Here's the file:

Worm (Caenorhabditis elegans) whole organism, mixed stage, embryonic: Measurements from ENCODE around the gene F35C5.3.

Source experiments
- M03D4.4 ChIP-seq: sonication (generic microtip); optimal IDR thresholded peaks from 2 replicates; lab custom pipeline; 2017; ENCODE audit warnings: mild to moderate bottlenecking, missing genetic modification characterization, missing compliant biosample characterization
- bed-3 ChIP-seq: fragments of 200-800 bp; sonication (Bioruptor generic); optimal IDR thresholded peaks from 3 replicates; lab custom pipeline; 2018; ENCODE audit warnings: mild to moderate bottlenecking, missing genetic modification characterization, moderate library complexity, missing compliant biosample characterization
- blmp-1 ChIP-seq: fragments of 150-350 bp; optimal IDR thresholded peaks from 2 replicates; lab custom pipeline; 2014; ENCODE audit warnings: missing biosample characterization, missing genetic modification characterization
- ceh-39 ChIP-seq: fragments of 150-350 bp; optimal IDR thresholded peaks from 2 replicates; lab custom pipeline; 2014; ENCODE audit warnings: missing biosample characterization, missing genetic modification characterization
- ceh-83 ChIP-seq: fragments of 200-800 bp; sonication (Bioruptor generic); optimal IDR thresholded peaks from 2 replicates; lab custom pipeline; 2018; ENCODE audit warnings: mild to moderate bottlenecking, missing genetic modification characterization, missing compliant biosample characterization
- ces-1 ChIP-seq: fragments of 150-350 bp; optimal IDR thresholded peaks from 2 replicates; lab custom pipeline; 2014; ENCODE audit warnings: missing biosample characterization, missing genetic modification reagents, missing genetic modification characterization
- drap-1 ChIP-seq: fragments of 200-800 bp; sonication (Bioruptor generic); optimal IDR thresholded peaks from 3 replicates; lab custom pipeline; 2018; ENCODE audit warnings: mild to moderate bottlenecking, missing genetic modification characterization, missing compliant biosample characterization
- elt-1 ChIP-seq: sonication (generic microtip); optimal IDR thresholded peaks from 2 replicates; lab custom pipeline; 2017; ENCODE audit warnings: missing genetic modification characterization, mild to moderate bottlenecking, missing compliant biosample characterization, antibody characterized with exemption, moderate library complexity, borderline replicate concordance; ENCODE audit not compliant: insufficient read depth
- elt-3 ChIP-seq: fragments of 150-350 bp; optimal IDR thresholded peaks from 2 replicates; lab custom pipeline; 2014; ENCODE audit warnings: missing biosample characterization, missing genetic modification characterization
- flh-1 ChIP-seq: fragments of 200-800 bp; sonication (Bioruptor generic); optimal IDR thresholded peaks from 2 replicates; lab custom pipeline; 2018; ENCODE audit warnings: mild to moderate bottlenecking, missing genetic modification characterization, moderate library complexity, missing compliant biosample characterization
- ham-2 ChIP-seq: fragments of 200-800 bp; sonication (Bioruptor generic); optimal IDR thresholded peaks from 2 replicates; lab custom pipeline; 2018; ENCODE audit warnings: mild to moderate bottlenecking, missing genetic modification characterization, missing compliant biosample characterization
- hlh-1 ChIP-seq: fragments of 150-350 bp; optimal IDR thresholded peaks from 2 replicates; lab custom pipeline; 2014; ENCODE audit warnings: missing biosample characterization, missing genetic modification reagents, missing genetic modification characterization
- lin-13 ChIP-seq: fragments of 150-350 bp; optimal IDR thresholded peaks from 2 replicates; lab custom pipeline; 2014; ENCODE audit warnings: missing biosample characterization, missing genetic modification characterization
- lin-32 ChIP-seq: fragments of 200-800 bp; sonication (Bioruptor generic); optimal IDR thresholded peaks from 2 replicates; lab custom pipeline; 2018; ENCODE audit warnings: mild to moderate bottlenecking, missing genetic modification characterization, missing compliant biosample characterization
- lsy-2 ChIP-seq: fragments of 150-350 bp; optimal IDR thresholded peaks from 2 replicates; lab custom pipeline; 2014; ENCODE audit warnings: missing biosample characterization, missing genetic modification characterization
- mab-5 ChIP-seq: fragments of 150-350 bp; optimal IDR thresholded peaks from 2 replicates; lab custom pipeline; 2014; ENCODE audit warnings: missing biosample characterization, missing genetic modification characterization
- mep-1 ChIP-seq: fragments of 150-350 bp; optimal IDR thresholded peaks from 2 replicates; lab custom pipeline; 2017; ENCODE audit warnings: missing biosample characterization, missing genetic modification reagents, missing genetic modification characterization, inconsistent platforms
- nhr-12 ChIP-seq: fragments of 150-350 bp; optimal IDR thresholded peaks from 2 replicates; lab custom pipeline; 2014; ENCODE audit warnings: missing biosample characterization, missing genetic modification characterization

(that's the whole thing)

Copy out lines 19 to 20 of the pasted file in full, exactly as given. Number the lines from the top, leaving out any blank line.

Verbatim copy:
- mep-1 ChIP-seq: fragments of 150-350 bp; optimal IDR thresholded peaks from 2 replicates; lab custom pipeline; 2017; ENCODE audit warnings: missing biosample characterization, missing genetic modification reagents, missing genetic modification characterization, inconsistent platforms
- nhr-12 ChIP-seq: fragments of 150-350 bp; optimal IDR thresholded peaks from 2 replicates; lab custom pipeline; 2014; ENCODE audit warnings: missing biosample characterization, missing genetic modification characterization